Sunday, September 14, 2008

What does it take to make a land market work?

Writing in Hindustan Times, Gautam Chikermane ruminates on the legal dimensions of India's eminent domain crisis. You might like to see two blog posts on this in the past: link, link.

I feel that the lack of property as a fundamental right in the Indian constitution is a key flaw in our situation. Power corrupts, and it is not surprising that the State has abused this power. But if we go one step further and think: Suppose property was made a fundamental right in the Constitution, does this get the job done? Why is it that one can landup in the US and buy 2000 acres of land while it's hard to do this in Maharashtra? What else is required by way of making a land market work, other than strengthening the property rights of citizens? And in a well functioning land market, what is the appropriate `eminent domain' mechanism that should exist?

5 comments:

  1. Actually, the law that finally withdrew the right to property as a fundamental right was enacted in 1978 by the Janata party itself.

    Of course, the roots of eminent domain in India goes back to the land reforms of the 50s.

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  2. Riddhi,

    Thanks! I was wrong. I went back and edited the post.

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  3. Ajay - Hernando De Soto has done groundbreaking and seminal work in this area (in my irrelevant opinion, Nobel worthy work). I am sure you and the erudite readers of your blog are aware of his work.

    The right to property enshrined in the constitution does not mean much if there is no case law built around it as to how courts interpret the law. There is still eminent domain - but it has to be limited - national defence - yeah, post office - no or yes?.

    If someone is sitting on a parcel of land that is desirable from an industrial perspective - then tough. Can we live with that? Can we - Tata, CPM - live with the idea that someone does _NOT_ want to sell them their 1 acre of land which is right in the middle of their project. No price is the right price. Rights bring responsibilities. I think in hindsight, Mamta Banerjee's efforts, inspite of her odious motivations, will bring about a sea-change in property rights in India. I hope

    Here's an idea - some sort of auction market for these this projects should develop. The developer will go to an whole communities and say we desire to acquire these _contigious_ acres of land say - 400. But we will only buy if everyone is willing to sell - and the whole thing happens online - some variant of a dutch auction. But the auction is only valid if everyone tenders. If there is even one holdout the transaction is void. This will bring social pressure upon the holdout landowners - but it requires that titles are clear and on record and electronic. Which brings us back to DeSoto :)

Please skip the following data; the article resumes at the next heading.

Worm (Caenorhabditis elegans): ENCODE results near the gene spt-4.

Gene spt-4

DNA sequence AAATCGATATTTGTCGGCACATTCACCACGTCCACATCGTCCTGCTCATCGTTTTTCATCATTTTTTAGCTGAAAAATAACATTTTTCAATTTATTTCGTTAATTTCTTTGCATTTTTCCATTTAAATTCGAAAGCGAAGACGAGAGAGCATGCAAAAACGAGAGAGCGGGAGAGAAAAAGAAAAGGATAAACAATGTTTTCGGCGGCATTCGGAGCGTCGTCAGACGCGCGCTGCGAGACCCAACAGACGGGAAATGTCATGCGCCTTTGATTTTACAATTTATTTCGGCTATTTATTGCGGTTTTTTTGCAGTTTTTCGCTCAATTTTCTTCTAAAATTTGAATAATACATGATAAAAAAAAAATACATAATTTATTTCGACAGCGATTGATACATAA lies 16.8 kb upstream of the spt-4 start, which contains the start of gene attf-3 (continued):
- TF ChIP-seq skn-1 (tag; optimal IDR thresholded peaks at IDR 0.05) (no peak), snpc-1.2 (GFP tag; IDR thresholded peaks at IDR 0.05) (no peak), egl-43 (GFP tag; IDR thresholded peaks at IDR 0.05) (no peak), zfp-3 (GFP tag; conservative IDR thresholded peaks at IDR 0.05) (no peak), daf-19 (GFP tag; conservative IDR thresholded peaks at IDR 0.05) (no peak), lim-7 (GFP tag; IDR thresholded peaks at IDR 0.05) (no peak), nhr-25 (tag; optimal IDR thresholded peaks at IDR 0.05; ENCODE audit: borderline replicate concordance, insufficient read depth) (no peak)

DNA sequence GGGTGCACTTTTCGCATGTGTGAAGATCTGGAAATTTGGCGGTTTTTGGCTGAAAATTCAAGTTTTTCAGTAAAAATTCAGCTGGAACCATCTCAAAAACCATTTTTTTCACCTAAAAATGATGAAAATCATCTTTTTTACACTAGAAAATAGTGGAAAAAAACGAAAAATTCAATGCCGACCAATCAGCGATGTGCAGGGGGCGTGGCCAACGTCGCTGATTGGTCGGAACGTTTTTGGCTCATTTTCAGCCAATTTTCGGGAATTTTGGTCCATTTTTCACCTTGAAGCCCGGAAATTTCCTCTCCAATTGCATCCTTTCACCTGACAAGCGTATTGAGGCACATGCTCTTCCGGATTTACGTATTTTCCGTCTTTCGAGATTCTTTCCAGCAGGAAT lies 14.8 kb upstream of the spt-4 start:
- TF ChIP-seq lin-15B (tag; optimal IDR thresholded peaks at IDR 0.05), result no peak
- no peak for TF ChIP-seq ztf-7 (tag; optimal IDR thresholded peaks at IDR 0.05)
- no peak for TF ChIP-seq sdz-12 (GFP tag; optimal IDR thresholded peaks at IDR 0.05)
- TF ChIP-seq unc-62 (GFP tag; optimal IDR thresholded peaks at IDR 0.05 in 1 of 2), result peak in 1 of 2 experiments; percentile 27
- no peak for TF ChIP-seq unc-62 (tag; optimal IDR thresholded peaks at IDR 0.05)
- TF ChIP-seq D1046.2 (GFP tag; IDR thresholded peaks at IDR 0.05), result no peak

There can be variants - the developer can invite a bigger number of land owners - say those owning 1000 acres but stop the auction the moment they have some contigious parcel - 300. This will prevent some of the holdout profiteering that goes on now.

    There are sensible and free market solutions to a lot of these problems. In India's qausi capitalist system - they probably won't work.

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  4. On this historic day, with financial markets the world over demonstrating their tremendous reserves in the face of crisis, lets list all those other essential lubricants for a vibrant land market:

    a) Oodles of ready cash from domestic banks and other financial institutions susceptible to political pressures & cronyism, besides their own greed and ignorance;

    b) Fungible capital from all over the globe

    c) A compliant regulator of markets raised on Ayn Rand

    d) Enough and "liquid" markets in all manner of risk-transfer instruments (derivatives)

    e) Eager masses of the young equipped with FRMs, CFAs, MBAs, etc who have an "education" in finance(i.e. are brainwashed into believing so);

    f) Economists - especially financial economists - who don't think they understand the (arguably fragile) theoretical links between the pricing of risk and equilibrium, because they were schooled in the Friedman-Lucas-Kydland-prescott-Cochrane tradition of rational expectations.

    I think we can safely dismiss ambiguities that arise from the legal protection of property rights when we have a "working market" that will eventually make a mockery of it.

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  5. Oops.

    Requirement (f) above should read:

    "f) Economists - especially financial economists - who THINK they understand the (arguably fragile) theoretical links between the pricing of risk and equilibrium, because they were schooled in the Friedman-Lucas-Kydland-prescott-Cochrane tradition of rational expectations.

    ReplyDelete

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